The uprising in October is the most salient example of this society-wide shift. The new movement puts at the center of the struggle the need to recover life from capital, in a country that has carried the commodification of social reproduction to an extreme.

Because feminism has generated such an enormous capacity for mobilization in Chile, it has also been able to spearhead other struggles against neoliberalism. The fragmented and weakened Chilean left will have a better chance of rebuilding itself if it remains open to and works closely with this mass feminist movement.

Another End of the World

Otro fin del mundo es posible” (“Another end of the world is possible”), says one of the hundreds of graffiti from the social uprising. Apocalyptic thinking is nothing new, but the conditions imposed by the pandemic undoubtedly fuel speculation about our collective future. We know we must take our destiny into our own hands.

As the Chinese left collective Chuang rightly stresses, one of the most important aspects of this crisis is that it sheds a critical light on daily experience and denaturalizes the norms that millions of human beings have taken for granted. Millions of people are wondering together: What will become of our lives, how will we pay our rent or mortgage, what will we do if we lose our jobs? Millions are observing the indifferent attitude of multinational conglomerates and political elites. A still unknown quantity will die, or have their loved ones die — not just because of the lethalness of this virus, but because our health systems are woefully inadequate.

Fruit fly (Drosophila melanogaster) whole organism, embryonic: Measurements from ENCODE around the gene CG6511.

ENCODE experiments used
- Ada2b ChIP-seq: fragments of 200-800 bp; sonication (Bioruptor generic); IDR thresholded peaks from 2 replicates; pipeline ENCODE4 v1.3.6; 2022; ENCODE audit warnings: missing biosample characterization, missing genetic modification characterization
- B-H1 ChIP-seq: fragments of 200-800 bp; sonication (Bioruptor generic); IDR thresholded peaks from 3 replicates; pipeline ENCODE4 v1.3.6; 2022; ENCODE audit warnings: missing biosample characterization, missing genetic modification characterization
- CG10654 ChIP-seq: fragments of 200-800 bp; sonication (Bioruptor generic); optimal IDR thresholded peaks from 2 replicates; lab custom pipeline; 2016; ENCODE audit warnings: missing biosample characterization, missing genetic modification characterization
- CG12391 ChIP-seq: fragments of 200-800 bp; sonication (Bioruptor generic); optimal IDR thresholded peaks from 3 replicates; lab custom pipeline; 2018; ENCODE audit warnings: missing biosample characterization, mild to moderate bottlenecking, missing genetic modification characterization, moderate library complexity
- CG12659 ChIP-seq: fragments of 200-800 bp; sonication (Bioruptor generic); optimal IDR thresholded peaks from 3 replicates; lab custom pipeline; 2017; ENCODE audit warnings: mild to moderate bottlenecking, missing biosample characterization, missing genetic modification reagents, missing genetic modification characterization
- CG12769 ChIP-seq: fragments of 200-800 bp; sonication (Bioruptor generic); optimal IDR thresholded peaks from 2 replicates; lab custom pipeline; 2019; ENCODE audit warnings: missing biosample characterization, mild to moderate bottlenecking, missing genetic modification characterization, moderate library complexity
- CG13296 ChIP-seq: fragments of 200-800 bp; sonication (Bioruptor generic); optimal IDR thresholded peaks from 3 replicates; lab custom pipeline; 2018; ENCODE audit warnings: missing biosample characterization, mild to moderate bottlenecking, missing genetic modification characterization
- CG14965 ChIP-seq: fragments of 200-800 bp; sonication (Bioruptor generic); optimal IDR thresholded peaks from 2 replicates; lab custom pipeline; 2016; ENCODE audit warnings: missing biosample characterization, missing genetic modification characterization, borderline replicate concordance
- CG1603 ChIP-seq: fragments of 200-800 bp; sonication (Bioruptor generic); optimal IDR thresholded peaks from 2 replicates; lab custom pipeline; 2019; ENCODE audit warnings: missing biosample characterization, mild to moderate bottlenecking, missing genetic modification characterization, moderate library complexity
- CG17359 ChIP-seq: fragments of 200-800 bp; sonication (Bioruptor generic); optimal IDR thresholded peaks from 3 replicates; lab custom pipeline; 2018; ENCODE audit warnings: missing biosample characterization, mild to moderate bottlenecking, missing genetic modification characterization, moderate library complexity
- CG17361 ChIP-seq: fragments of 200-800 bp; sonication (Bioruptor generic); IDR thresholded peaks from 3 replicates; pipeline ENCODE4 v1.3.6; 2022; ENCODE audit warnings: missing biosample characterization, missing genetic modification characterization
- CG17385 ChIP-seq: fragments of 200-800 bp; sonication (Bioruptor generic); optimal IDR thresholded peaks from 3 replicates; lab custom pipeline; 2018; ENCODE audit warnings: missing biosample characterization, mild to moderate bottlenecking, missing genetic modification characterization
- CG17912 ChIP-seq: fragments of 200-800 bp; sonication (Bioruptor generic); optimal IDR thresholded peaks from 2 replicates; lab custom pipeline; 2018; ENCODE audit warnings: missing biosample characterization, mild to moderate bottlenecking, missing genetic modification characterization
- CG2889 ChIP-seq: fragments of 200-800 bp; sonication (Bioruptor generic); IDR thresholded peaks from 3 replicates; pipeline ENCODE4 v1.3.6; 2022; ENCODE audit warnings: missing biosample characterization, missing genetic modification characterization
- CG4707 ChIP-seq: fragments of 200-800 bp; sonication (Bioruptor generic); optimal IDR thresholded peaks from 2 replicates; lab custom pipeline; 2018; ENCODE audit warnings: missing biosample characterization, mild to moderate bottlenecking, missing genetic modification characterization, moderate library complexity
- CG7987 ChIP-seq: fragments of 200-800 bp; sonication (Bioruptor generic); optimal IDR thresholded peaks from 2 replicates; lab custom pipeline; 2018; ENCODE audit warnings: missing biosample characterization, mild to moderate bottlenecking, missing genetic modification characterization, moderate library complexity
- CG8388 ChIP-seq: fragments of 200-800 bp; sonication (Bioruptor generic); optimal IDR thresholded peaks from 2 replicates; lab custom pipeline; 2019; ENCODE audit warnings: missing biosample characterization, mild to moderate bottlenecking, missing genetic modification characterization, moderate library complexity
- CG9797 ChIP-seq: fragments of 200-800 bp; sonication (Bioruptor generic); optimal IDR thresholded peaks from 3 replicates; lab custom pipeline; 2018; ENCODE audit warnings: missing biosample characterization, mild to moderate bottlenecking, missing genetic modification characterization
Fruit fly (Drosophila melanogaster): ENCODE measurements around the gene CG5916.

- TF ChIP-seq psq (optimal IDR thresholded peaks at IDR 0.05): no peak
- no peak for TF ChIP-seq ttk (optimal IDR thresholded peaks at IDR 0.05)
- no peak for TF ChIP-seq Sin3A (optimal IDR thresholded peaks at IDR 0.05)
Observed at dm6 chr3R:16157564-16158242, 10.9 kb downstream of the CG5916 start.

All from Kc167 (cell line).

2019 was already a year of revolt: from Santiago to Hong Kong, from Paris to Baghdad and beyond, unrest shook the world. In these new conditions, we can expect much more. Economists agree that an economic recession far worse than 2008 is in the offing. Maybe that’s why there are some optimists in these uncertain times who envision an exit ramp from neoliberalism. It is not clear, though, that history is moving in that direction.

Here, Chile offers a valuable lesson: recent experience shows that revolt is not synonymous with revolution, and many of the popular uprisings that have rocked the world this last decade have not led to greater social emancipation, nor created new democratic projects.